Recently I got into an email discussion with a good friend of mine, a friend who comes from a different Christian tradition from my own. We were talking about some of the potentially contentious issues that are likely to be discussed in upcoming meetings of Presbytery and General Assembly. Issues of the place and participation of people who identify as LGBTQ+ within the church have been raised. I expect to participate in those discussions both at Presbytery and at General Assembly as I am a commissioner this year.

Now, my friend and I don’t necessarily agree about how such questions should be answered. That’s fine; I think it’s a good thing to have friends who disagree with you. But in our discussion, my friend expressed some concern about my “agenda.” That made me think a little bit. What is my agenda going into these discussions? After a little while, this is what I wrote to my friend:


            I don’t really see myself as having an agenda apart from seeking to live out the gospel as faithfully as I can in this world. I also feel that God has given me a call to challenge and give an alternative to what I call “toxic Christianity” – the kind of Christianity that leads to misogyny, hatred and stuff like this.

            I am not trying to change my denomination but rather to help it navigate through some very difficult times when people are in disagreement…

            This is actually something that is unique about Presbyterian theology (and will probably sound very strange to a Pentecostal) but we believe and teach that the Holy Spirit speaks through the courts of the church. When a Session or a Presbytery or a General Assembly gathers and is constituted in prayer and debates fully, we believe that God speaks. Within our polity, by bringing a controversial motion, I am seeking God’s will. I am totally fine with what the answer is and it doesn’t have to be what I put forward. I’m not driving the agenda but seeking the Spirit in the manner that a good Presbyterian is supposed to do.

            I am very grateful for that conversation with my friend and that I am fortunate enough to have a friend who is willing to respectfully engage in disagreement like that. I think it is always a very good thing to take opportunities to explain your theology and church polity to someone who has absolutely no experience with it. It helps you to see your tradition through the eyes of an outsider.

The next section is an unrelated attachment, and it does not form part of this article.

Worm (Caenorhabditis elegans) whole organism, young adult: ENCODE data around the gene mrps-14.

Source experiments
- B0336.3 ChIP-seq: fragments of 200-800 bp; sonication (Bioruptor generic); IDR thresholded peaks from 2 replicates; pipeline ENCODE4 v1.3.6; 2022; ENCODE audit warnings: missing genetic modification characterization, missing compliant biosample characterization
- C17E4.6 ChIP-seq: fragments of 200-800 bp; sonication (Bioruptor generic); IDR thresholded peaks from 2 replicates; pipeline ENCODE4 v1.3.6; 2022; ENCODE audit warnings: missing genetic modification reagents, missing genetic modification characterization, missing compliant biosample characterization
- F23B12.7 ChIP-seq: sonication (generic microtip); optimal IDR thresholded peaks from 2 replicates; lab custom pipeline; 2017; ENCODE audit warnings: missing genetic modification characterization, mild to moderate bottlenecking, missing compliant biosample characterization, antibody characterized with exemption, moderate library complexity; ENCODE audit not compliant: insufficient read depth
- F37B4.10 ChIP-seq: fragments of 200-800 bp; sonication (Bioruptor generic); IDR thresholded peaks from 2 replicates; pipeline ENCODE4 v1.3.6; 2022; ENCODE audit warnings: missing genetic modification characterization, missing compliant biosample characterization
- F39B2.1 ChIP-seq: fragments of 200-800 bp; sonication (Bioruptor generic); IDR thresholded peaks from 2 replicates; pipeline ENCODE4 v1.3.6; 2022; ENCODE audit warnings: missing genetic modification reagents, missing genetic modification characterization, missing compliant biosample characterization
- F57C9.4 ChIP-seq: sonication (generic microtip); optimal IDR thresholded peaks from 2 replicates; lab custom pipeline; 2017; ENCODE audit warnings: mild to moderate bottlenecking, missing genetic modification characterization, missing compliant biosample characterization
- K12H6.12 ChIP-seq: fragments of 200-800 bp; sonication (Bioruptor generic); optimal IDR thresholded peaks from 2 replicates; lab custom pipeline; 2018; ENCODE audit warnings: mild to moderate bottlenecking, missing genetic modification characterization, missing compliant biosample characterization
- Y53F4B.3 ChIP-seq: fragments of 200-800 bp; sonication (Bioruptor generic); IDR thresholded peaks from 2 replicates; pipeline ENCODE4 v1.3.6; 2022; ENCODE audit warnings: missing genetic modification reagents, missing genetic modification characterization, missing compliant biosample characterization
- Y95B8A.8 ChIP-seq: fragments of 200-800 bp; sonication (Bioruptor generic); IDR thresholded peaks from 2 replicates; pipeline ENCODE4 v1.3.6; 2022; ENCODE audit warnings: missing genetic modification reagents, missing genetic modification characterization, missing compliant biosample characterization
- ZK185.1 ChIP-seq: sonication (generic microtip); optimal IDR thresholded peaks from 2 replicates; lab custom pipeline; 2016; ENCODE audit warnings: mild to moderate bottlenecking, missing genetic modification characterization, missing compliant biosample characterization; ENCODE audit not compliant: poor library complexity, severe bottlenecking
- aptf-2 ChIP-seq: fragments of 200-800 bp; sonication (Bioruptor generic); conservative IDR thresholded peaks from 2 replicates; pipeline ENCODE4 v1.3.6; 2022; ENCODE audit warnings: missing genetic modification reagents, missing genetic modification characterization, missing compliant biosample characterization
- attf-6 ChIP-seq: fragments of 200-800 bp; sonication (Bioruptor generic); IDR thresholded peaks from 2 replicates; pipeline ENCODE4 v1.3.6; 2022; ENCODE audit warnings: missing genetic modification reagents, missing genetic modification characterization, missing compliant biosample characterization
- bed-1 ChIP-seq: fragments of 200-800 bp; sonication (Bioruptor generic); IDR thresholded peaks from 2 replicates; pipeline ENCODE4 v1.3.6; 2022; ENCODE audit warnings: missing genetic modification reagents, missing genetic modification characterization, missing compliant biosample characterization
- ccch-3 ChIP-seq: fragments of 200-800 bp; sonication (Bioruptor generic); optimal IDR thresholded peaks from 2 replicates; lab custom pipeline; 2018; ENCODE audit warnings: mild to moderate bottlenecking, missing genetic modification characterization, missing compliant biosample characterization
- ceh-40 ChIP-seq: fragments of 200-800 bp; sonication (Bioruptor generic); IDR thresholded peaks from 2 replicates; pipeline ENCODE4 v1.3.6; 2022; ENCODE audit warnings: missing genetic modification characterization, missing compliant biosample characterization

Looking at the Presbyterian tradition of polity has reminded me of how Church courts are really supposed to function. They are not meant to be places for people to carry out their agendas. I know that happens sometimes, but that is not the purpose and function of a church court. The true function is to seek the will of God and to listen for the voice of the Holy Spirit and to do that with as much openness as we possibly can.
            With all of that in mind, I have an expectation that I will be participating in some contentious discussions in the coming weeks both at my Presbytery and at General Assembly. I would like to take this opportunity to make my pledge that I will not go into those meetings with an agenda.
            That does not mean that I will not make some provocative motions or that I will not put forward courses of action that some people will not like or agree with. But I will not do that because I have an agenda. I will do that because I recognize that what we have been doing hasn’t been working. We have basically been trying to ignore the issue and hope it goes away. That’s not working. We have been encouraging people not to talk about it –their orientation, their gender identity issues or their positions regarding such things. That has not been working and, in some cases, it has been causing a great deal of pain. I don’t know what the answers are, but I do know that we need some answers. Anything I put forward, it is my hope and prayer, will be something that fosters discussion in which we can all listen for the voice of the Holy Spirit.
Now that is the only kind of agenda that I can get behind. I hope that everyone else will make that same pledge, not because we agree but because we might disagree and because, now more than ever, we need to approach our church courts in the way that they were intended to be.